Some may test for different things than others, but in general they tell you the pH, water hardness, and level of dissolved ammonia in your tank.
pH Adjusting Reagents
Known as a water conditioner, these typically come in drop form. They adjust the pH of your tank by binding to free floating molecules of hydroxide and raising the pH (thus making it more basic,) or by adding an acidic element to lower it.
NOTEBetta fish generally prefer a more neutral water pH, from around 6.5-7.5.
Given that many forms of tap water come with added chlorine for use as drinking water, a dechlorinator is often necessary to keep your betta healthy. These are best used prior to adding into your betta’s water, so that you can make sure everything has taken effect before adding to the fish tank.
If you need assistance with dechlorinating water, check out my guide on how to dechlorinate water in fish tanks.
NOTEPlacing tap water straight into your fish tank is a surefire recipe for burn-out gills and disease for your sensitive bettas!
A tank cleaning siphon hose allows you to remove water from your tank safely, without worrying about accidentally hurting your betta fish or other aquarium denizens.
These typically have a squeezable bulb attached to a long siphon hose tube with a small opening, allowing you to pull water out of your betta tanks without drawing any fish with it.
While it may seem somewhat basic, having a bucket to allow tap water to splash into or providing a space for you to add water conditioner is essential. You’ll generally want one bucket to empty the old water and one to mix the new clean water in.
Temperature control is a key part of the process of a water change. You’ll want the water that you’re adding to be as near as possible to being the same temperature of your betta’s aquarium.
Having both a tank thermometer and one for the water to be added will ensure that you have the most accurate readings possible prior to changing anything in your tank.
Given that bettas are a tropical fish, whether you add warm or cool water can make the difference between a quick, easy transition and potential temperature shock.
Bettas thrive best at temperatures between 75 and 80 degrees Fahrenheit, meaning that you will likely need to consider heating the water before adding it into your tank.
How To Change Betta Fish Water Tank
There are three primary steps to changing your tank’s water, with different component actions in each. We’ll want to first prep the replacement water, then remove the dirty water from the tank, then finally add in the new clean water and monitor for changes.
Preparing Replacement Water
- Pull out the amount of clean water that you’re looking to replace from your water source. If using something like tap water, consider allowing it to sit for 2-3 days so that excess chemicals can offgas. Be sure to use a clean container to avoid obvious issues with contamination.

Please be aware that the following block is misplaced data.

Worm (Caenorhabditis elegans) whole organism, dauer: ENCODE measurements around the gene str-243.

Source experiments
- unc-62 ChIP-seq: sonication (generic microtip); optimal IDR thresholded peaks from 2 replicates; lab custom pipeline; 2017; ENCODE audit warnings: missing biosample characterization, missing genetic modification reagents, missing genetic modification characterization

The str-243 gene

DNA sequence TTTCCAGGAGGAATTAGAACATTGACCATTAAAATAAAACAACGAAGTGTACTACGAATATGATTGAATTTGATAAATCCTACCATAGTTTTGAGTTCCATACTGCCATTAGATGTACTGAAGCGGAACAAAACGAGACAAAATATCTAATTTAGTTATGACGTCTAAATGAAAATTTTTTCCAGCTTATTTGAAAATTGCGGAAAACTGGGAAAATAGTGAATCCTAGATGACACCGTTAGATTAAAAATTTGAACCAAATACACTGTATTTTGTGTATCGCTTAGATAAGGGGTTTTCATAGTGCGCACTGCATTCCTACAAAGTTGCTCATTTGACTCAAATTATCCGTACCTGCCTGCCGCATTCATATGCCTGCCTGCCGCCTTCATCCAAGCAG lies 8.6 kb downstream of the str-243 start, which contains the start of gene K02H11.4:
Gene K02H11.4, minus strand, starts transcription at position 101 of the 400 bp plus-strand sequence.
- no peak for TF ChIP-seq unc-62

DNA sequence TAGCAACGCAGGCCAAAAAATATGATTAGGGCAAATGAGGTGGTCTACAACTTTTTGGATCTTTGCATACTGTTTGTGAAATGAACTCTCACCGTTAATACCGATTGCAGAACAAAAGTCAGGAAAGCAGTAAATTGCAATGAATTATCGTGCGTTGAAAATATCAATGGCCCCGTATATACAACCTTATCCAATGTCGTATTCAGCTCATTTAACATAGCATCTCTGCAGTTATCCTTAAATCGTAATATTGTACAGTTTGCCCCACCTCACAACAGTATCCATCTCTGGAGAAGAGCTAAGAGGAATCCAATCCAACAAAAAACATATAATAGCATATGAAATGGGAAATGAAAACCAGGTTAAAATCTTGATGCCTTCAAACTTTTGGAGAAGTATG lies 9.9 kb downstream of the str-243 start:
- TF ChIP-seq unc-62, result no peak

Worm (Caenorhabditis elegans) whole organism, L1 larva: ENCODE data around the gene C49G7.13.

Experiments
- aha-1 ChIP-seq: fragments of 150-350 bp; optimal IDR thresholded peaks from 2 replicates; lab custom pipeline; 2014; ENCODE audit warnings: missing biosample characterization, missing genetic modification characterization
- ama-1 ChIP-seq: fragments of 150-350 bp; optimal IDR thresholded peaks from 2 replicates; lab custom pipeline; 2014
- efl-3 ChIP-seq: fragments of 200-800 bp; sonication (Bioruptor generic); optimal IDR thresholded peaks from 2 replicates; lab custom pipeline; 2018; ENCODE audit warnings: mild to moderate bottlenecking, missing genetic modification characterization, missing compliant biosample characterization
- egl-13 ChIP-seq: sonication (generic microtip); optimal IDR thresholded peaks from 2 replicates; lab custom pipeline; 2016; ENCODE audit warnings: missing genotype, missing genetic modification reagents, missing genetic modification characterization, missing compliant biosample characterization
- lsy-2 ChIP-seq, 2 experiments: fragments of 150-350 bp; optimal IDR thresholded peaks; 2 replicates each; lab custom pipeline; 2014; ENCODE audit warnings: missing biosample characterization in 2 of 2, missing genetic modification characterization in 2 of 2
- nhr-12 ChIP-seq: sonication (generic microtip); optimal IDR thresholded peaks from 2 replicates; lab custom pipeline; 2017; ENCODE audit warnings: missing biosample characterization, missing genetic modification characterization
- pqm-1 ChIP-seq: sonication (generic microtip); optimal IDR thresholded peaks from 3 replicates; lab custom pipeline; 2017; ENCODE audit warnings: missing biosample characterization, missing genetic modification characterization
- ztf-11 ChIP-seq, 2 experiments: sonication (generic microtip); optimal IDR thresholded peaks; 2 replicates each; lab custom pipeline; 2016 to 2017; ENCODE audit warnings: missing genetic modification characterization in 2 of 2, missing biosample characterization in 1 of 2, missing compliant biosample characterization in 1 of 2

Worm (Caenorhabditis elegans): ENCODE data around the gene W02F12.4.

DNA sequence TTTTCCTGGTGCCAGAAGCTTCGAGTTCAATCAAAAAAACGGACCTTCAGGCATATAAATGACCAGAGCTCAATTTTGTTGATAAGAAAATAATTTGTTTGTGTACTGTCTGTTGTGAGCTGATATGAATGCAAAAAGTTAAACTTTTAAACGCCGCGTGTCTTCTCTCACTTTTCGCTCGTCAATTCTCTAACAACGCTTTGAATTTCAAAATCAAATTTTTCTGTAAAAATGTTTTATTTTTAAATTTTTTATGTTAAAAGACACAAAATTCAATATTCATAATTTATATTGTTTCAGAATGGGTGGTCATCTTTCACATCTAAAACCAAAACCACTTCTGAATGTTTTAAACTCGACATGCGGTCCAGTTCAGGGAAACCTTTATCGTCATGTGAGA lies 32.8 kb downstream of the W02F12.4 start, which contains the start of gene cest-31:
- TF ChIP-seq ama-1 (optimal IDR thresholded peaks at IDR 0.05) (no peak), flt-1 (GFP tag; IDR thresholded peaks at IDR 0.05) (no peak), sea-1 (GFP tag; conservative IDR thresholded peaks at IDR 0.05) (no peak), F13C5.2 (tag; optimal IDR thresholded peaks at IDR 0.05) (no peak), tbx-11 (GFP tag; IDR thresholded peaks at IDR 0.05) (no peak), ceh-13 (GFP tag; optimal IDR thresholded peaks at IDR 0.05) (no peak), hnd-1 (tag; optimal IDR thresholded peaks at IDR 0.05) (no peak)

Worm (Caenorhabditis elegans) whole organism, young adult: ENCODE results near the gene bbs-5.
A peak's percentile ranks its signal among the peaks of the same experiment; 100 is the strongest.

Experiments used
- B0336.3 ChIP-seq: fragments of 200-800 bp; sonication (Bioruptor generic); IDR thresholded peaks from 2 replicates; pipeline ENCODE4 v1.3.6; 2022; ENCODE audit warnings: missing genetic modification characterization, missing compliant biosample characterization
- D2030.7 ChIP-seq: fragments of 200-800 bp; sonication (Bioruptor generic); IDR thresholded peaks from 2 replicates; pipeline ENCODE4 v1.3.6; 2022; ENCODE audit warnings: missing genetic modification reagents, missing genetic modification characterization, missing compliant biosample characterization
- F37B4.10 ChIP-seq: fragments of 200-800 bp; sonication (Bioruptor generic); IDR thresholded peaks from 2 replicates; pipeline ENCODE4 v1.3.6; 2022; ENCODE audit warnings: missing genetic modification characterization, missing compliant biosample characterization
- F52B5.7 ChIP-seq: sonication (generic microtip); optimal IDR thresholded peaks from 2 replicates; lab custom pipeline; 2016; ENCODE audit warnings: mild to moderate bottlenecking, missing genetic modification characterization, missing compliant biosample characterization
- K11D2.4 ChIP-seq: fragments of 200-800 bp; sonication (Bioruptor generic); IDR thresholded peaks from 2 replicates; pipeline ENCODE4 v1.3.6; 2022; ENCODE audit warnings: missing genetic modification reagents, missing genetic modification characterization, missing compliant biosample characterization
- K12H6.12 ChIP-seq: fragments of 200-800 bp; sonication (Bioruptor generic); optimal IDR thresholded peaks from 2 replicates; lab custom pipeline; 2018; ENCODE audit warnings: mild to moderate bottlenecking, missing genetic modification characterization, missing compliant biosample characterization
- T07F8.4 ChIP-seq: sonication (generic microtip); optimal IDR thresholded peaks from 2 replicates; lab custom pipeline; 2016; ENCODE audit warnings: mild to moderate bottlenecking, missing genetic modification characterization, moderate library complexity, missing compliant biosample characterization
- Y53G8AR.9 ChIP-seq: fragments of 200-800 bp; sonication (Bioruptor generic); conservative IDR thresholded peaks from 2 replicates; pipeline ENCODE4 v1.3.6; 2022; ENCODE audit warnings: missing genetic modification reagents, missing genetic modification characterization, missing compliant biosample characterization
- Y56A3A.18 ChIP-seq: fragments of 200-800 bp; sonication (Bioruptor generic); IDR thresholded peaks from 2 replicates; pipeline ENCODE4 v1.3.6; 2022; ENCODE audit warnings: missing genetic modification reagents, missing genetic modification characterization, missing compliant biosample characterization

- When determining how much water to replace, consider that in general you’ll want to replace about 10-15% for a weekly change, or 20-25% if waiting for longer. This means that for a 10 gallon tank, you’ll want to add in a gallon of new water with a weekly partial water change
- Add in your water conditioner to the clean bucket and allow it to mix for the required amount of time (typically stated on the container) in order to remove chlorine and establish a neutral pH level
- Use a test kit to ensure that the conditions of the clean water are adequate, and that the temperature is close to that of your tank
Remove Old Water
- Using your suction hose, remove the required amount of water from your tank and into the dirty water bucket (ie 1 gallon for a 10% change in a 10 gallon tank, etc)
- For a heavily planted tank, be sure to avoid accidentally lowering the water line below their required amount. Going slower is always the best option when you have questions!
Add New Water To Tank
- After ensuring that water conditions are adequate in terms of pH and temperature, gently pour the water from your clean system into the main tank
- Continue to test the water in your tank for the next few days, monitoring your fish for unusual symptoms or behaviors such as swimming on the bottom of the tank, swelling, and redness, which can all indicate that something is off
For more betta water change tips, watch this video below.
When it comes to performing regular water changes, there are definitely some important things to keep in mind to maintain a healthy environment for your betta fish.
Letting things go for longer than a week between changes can allow harmful chemicals and wastes to accumulate, increasing the risk of disease and harm to their gills and circulatory system.
Make sure to properly test and monitor your water before and after each change to ensure that the transition has been a smooth one.
Feel Free To Share
As always I hope that you’ve enjoyed today’s article about how often to change betta water, and that it has answered all of your betta water change questions. Feel free to share this information with any fellow fish fanatics you may know, and I wish you the best of luck on your continued aquarium adventures!